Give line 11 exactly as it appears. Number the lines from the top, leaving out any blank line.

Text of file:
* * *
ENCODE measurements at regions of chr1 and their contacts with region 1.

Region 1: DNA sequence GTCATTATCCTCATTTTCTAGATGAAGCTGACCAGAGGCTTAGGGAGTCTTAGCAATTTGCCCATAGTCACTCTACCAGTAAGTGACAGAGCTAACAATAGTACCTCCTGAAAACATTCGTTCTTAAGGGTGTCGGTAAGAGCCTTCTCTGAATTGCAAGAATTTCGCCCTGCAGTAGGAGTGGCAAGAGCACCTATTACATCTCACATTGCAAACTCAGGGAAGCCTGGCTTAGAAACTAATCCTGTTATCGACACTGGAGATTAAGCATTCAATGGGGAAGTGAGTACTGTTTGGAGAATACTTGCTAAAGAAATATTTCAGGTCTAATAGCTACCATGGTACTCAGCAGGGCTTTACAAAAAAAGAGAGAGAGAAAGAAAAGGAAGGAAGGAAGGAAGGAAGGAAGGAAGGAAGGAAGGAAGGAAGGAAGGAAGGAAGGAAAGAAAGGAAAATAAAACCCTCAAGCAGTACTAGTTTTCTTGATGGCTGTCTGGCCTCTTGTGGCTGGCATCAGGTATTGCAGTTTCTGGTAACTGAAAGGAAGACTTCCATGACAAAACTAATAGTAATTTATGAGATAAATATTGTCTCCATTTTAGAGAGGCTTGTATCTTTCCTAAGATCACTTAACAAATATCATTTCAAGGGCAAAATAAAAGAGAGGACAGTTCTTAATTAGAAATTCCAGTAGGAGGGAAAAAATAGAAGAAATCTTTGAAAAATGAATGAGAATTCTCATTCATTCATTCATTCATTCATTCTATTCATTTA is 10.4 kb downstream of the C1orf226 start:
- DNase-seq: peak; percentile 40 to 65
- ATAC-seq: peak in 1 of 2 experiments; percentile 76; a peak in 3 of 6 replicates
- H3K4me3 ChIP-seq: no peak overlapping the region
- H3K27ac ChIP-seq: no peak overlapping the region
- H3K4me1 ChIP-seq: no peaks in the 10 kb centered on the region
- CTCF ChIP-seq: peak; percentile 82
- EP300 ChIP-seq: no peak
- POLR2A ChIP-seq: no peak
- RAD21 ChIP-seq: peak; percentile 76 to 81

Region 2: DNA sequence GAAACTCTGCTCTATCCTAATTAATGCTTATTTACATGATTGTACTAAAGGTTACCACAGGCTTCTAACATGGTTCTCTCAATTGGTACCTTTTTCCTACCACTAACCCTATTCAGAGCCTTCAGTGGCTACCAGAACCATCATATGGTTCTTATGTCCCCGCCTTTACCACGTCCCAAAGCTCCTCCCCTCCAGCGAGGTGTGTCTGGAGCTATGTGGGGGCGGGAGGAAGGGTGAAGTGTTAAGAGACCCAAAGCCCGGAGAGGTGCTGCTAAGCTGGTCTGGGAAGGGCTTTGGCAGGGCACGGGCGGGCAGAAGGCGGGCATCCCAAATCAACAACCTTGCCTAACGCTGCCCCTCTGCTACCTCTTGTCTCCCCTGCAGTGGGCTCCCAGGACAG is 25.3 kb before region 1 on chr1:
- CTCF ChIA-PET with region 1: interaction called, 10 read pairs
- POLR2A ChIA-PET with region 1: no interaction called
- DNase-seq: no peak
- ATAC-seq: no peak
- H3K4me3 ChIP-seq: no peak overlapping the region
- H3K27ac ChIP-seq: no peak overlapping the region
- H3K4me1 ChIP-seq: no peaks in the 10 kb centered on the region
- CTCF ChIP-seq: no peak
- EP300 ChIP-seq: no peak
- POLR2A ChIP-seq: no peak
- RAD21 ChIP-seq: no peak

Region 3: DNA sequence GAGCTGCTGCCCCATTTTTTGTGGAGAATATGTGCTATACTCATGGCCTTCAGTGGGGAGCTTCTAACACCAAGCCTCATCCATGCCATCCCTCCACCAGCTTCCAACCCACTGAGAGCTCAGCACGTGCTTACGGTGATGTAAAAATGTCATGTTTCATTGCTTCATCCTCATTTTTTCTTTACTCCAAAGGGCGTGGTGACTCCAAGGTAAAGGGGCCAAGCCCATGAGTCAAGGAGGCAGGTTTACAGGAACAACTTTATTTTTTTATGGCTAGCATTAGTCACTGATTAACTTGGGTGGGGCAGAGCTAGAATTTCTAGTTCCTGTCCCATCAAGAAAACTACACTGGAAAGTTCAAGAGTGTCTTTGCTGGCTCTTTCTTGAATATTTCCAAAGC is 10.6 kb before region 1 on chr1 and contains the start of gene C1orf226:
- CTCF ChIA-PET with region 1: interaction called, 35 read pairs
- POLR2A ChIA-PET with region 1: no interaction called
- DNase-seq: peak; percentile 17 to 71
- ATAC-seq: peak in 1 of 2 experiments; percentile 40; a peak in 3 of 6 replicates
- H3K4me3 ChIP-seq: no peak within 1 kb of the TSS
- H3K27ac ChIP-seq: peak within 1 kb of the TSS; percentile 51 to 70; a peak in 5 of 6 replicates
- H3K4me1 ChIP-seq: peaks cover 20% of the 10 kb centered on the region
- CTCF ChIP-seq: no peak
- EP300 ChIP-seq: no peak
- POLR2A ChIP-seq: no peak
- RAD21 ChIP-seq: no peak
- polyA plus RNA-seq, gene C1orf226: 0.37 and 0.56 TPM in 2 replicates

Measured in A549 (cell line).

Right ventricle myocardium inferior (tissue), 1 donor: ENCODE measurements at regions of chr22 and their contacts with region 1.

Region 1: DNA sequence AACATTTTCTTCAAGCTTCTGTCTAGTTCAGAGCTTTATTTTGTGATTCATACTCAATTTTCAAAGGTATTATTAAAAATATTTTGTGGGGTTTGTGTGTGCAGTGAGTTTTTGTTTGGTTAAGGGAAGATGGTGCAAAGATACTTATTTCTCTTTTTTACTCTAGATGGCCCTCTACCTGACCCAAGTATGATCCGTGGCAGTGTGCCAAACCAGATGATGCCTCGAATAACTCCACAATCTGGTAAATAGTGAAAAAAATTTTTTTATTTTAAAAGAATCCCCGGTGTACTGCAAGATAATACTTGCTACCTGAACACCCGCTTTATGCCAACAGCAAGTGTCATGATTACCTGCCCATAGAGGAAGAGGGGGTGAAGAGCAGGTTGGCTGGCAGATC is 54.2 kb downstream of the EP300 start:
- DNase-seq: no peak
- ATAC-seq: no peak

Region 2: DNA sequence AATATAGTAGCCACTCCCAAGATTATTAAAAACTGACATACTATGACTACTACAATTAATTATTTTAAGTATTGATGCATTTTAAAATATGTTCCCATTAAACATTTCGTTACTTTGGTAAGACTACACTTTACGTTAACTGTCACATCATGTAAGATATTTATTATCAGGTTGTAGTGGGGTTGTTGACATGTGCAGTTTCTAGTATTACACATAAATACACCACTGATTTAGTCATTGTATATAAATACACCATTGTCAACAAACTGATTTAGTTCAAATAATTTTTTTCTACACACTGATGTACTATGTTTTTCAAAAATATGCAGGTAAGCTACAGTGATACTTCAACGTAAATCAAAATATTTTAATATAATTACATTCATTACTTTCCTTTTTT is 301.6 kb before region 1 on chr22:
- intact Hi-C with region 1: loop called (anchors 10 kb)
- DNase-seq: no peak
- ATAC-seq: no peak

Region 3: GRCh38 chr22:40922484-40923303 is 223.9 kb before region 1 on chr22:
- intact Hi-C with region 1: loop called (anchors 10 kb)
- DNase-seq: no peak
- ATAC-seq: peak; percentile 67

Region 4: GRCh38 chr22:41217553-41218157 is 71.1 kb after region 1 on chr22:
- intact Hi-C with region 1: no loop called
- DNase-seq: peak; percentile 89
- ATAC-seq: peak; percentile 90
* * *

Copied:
- RAD21 ChIP-seq: peak; percentile 76 to 81